She’s written seven novels, six short-story collections and three non-fiction books. She’s one of South Korea’s most notable literary stars – and now she’s become the first female to ever win Asia’s biggest literary prize. And the first South Korean to do so, for that matter. And she’s unnervingly modest, despite all this success.
Kyung-sook Shin scooped the Man Asian Literary Prize in Hong Kong in March after a shortlist of seven superb novels had been whittled down to her family portrait masterpiece, Please Look After Mom, a tale of a lost mother and a family coming to terms with that loss. Time Out reviewed the novel on its path to the prize – and, unsurprisingly, it scored top marks thanks to its powerful themes (loss of mother and unconscious loss of old ideals in modern society) told from different family perspectives.
Shin, born in Jeongeup, South Korea, is a household name in her country. And the 49-year-old is quickly becoming a huge voice in the worldwide literary scene, thanks in no short measure to the Man Asian prize win. ‘I’m a budding writer in the world,’ she tells us. ‘But I never expected that I would win the prize. Please Look After Mom has helped me experience many emotions that I’ve never dreamed of experiencing before.’
Please Look After Mom, originally written in Korean, seems, at first, to be aimed at a more ‘homely’ reader – someone who likes to explore family values. But its appeal has proved to be universal, not least because it shares a common theme that we can all relate to. We all have – or have had – a mother. ‘I didn’t aim for certain types of readers when I wrote this novel,’ she says. ‘I hoped that readers – wherever and whoever the readers are – have the chance to think about their mum again after they finish reading this work.’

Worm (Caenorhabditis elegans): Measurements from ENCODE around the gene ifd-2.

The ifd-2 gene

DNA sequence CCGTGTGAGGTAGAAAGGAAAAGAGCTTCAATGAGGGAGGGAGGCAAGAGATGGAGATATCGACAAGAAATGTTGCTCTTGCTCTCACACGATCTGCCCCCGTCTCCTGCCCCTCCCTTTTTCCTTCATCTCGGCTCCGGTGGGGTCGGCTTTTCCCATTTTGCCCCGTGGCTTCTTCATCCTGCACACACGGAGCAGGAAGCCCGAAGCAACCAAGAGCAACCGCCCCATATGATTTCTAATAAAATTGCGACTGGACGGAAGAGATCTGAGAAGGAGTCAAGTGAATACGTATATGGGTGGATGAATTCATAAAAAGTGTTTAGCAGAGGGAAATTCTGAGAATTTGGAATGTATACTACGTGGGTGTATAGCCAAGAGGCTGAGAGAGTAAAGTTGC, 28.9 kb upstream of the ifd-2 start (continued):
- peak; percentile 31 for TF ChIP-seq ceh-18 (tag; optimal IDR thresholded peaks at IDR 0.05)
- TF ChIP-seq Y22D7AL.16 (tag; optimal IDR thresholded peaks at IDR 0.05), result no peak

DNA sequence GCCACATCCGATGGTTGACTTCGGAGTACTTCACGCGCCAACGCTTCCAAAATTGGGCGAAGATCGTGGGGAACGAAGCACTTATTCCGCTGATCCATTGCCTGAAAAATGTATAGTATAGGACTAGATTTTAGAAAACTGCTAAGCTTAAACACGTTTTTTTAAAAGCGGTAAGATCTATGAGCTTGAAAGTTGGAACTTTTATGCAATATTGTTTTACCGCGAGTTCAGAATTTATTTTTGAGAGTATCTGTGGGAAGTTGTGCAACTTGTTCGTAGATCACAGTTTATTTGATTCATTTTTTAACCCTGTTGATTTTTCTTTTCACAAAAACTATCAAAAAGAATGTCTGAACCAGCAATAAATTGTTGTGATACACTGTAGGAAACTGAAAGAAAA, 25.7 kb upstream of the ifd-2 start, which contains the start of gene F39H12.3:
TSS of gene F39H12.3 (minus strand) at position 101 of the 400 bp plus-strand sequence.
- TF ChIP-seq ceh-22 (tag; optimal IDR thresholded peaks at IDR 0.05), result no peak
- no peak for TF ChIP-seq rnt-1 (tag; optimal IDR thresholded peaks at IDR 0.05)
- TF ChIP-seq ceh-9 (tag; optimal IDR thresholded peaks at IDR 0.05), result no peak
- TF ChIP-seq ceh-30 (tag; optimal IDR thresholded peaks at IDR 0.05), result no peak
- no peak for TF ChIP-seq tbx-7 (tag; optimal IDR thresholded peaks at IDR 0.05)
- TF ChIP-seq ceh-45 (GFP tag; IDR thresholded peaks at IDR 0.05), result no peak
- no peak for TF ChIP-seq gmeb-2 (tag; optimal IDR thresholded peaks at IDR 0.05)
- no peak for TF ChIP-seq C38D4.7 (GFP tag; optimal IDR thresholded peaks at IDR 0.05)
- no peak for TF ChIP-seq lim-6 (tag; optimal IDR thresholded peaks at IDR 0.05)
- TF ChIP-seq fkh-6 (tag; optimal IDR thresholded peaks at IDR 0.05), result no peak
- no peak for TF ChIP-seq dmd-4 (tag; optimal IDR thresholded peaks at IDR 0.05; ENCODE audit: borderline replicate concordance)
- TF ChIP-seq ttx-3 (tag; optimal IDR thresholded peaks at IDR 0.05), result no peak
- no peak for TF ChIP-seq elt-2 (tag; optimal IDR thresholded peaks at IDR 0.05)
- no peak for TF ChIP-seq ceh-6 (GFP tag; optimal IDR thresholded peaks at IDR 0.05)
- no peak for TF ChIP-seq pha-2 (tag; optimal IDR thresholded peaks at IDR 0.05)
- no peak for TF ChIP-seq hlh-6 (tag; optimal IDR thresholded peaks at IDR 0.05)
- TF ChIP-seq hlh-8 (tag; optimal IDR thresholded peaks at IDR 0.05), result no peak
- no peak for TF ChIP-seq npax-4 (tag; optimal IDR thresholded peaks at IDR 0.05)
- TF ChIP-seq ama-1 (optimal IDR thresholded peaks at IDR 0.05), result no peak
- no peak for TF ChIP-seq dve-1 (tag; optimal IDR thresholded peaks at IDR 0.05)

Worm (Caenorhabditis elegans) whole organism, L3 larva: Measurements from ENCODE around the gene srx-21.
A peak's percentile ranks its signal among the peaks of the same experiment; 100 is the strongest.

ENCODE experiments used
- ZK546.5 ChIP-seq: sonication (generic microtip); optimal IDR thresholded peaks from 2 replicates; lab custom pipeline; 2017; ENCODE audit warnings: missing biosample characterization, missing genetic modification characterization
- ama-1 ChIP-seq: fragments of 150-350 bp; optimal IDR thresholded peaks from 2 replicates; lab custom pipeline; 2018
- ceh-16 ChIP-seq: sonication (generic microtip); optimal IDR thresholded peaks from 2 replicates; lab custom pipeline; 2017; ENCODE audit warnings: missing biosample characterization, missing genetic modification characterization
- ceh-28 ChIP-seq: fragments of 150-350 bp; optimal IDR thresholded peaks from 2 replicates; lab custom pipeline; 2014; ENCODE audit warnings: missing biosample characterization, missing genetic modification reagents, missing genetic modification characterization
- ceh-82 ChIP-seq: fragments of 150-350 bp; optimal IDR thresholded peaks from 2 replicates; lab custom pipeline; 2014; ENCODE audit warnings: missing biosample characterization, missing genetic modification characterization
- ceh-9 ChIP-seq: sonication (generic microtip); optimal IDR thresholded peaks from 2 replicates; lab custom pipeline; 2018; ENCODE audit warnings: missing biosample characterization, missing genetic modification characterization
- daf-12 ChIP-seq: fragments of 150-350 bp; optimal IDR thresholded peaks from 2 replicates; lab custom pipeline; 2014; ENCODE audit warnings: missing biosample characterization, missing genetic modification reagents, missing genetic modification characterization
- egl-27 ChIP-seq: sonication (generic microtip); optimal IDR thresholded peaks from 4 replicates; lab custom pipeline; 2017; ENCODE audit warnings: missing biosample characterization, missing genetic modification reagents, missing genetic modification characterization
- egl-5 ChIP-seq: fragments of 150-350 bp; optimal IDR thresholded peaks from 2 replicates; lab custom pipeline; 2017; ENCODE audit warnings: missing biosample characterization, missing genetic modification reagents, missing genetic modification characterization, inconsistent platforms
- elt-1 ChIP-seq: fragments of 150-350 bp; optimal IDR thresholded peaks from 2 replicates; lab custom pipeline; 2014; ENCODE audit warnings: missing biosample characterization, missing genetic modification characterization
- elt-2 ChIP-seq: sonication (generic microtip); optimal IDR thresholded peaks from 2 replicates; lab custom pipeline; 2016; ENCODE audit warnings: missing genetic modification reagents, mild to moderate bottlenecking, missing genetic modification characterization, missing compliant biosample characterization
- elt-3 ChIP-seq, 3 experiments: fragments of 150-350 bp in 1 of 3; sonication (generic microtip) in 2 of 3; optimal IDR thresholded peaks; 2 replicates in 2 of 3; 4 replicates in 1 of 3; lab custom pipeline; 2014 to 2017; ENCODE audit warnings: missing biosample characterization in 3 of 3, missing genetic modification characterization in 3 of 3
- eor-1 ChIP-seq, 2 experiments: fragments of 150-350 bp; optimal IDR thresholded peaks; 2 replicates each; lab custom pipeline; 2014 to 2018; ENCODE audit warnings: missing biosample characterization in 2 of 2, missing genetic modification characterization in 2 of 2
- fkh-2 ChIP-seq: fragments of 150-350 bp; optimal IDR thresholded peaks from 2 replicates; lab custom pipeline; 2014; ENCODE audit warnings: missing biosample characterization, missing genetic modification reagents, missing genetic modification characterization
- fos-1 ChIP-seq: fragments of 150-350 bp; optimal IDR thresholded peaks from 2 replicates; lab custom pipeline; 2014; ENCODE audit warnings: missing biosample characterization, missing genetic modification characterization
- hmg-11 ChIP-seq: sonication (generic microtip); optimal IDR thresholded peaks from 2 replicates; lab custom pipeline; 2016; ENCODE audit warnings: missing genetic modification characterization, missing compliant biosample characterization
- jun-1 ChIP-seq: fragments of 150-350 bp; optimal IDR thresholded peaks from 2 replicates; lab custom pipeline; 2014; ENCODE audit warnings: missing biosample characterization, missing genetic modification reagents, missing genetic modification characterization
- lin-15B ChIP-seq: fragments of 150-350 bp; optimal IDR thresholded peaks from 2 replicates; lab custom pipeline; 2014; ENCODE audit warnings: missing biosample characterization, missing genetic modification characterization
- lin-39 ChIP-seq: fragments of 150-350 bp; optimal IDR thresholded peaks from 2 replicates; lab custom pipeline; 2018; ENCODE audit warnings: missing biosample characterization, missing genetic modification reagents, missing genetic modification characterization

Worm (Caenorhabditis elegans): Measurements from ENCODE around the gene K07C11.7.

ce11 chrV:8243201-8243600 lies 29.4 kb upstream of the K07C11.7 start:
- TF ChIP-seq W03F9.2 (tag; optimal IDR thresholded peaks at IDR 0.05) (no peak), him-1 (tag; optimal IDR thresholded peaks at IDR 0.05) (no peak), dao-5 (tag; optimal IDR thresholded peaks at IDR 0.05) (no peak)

And they do. But they also start thinking about what Shin will offer in the future. ‘The prize made me think that I write all alone, by myself,’ she says. ‘After I received it, I realised that I was the first female writer to win it. I’m also the first to win this award among Korean writers. Therefore, this award made me think that even though we live apart in other countries, we are all connected in some ways.’
This year’s prize was a major success. And it was fitting that the ceremony was hosted in Hong Kong, a place Shin says she is passionate about. ‘I came to love Hong Kong this time because I received the award,’ she says. ‘But I’ve celebrated New Year’s Day twice in Hong Kong while travelling. There were so many people pouring out on to the streets on New Year’s Eve. It was a very special experience celebrating with Hong Kong people – and that memory remains very special in my mind. Hong Kong is an international, cosmopolitan city full of great potential, with great food – and, most importantly, with freedom.’
The next Kyung-sook Shin work being published in English is I’ll Be Right There: the author says it’s about four young people’s journeys to probe the meaning of love and youth during a tragic period in Korea’s history. And she also says that readers should look to Asia for future literary greats.
‘I feel that the world now understands the uniqueness and intensity of Asian writers in new perspectives. Asia is a vibrant and mysterious place where people can find unimaginable things.’ Too true – and hopefully we can learn more about this ‘mysterious place’ through the writings of prize-winning authors such as Kyung-sook Shin.